Recent Changes in the Defense Department's Profit Policy--Intended Results Not Achieved
PSAD-79-38: Published: Mar 8, 1979. Publicly Released: Mar 8, 1979.
- Full Report:
As the result of a study on the profitability of defense contractors, a profit and pricing policy for most negotiated production-type contracts became effective on October 1, 1976. To encourage greater investment, the Department of Defense (DOD) allowed the imputed cost of capital for facility investment on most negotiated defense contracts and recognized the level of facility investment in establishing a profit objective for use in negotiating a profit rate with contractors.
Contractors did not respond positively to attempts by DOD to encourage greater investments in new or upgraded plants and equipment which would lower production costs, since limited emphasis was given to facilities investment in establishing the government's prenegotiation profit objectives. The new policy provided that only 10 percent of the government's profit objectives would be based on the level of the contractors' investments in plant and equipment. Unfortunately, the new profit policy did not encourage contractors to increase their investments in cost reducing facilities, but resulted instead in the negotiation of higher profit rates on an overall basis.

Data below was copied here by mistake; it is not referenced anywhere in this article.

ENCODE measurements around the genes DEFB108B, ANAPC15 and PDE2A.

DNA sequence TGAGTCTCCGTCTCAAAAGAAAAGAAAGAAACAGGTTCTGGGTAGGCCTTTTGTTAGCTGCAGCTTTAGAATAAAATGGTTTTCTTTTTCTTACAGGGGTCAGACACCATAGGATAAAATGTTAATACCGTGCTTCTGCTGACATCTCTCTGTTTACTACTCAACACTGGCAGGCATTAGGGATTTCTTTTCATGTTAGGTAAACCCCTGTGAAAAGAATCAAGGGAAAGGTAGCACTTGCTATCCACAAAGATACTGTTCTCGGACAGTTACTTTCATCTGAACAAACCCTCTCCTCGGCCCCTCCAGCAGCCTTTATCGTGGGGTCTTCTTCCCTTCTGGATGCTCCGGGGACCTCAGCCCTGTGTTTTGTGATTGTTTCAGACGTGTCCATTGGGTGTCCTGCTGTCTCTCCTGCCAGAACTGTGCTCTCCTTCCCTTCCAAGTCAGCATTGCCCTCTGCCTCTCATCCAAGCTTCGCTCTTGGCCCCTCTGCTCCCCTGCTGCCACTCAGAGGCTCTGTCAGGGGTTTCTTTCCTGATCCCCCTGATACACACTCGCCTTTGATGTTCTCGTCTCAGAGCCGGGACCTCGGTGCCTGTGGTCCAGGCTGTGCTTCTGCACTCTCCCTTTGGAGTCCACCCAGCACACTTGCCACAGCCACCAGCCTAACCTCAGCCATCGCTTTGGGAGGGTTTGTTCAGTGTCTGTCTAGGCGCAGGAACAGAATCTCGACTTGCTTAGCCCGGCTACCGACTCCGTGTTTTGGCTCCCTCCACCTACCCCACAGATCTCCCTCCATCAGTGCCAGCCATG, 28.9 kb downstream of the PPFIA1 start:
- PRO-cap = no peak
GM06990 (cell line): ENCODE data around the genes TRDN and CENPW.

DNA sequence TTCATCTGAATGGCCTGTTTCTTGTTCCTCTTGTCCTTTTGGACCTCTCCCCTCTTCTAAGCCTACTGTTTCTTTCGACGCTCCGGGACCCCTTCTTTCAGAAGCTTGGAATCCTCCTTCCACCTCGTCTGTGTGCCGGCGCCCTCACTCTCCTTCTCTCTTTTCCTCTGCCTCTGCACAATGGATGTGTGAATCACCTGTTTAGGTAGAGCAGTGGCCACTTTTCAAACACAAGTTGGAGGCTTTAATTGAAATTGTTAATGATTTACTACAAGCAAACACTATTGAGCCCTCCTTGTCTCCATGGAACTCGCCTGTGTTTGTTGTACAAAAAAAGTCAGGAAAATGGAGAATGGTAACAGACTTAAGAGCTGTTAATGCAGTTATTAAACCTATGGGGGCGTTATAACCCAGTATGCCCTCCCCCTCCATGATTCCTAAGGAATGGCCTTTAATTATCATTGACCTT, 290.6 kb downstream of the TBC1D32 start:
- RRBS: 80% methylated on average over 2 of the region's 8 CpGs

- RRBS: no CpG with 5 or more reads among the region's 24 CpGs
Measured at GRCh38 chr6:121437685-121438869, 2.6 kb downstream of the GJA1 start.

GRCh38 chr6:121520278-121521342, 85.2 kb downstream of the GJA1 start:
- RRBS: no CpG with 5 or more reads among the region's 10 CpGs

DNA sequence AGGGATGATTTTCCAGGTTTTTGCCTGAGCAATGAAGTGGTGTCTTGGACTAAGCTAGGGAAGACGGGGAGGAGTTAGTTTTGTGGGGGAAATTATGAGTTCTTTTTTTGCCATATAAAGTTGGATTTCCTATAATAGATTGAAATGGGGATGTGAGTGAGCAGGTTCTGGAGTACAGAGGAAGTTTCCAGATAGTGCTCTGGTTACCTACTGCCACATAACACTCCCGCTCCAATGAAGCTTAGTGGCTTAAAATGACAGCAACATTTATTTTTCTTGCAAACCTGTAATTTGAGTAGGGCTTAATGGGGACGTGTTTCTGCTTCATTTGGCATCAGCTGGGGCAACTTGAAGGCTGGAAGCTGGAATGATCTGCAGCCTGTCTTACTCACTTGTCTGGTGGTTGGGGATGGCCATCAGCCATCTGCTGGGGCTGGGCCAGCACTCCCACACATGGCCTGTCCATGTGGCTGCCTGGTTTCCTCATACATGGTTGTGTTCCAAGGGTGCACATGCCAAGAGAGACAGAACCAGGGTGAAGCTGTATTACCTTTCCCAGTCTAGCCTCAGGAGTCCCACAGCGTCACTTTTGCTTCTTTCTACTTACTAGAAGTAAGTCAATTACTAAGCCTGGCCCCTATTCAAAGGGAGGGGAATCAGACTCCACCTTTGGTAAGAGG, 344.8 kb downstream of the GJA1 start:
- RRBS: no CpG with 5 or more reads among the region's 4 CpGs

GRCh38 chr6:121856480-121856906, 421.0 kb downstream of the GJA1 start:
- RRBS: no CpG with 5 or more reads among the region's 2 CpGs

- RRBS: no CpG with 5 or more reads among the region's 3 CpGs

Recommendation for Executive Action
Comments: Please call 202/512-6100 for additional information.
Recommendation: The Secretary of Defense should: (1) increase emphasis on capital investment of facilities and further reduce the portion of the prenegotiation profit objectives that is based on estimated contract costs; (2) perform additional analysis to determine more precisely the impact of the new profit policy on overall negotiated profit rates and the need to increase the offset factor to approximate the amount of imputed interest on facilities capital; (3) establish more definitive criteria and procedures to enable contracting officers to determine appropriate profit allowances for contractors' facilities capital investments, cost risk, and productivity improvements subject to special profit rewards; (4) develop safeguards to prevent negotiating profits significantly greater than government objectives without a complete explanation and review of the rationale and consideration of possible alternatives; and (5) monitor more extensively the implementation of the new profit policy, and revisions made thereto, to provide greater assurance that the desired results are achieved.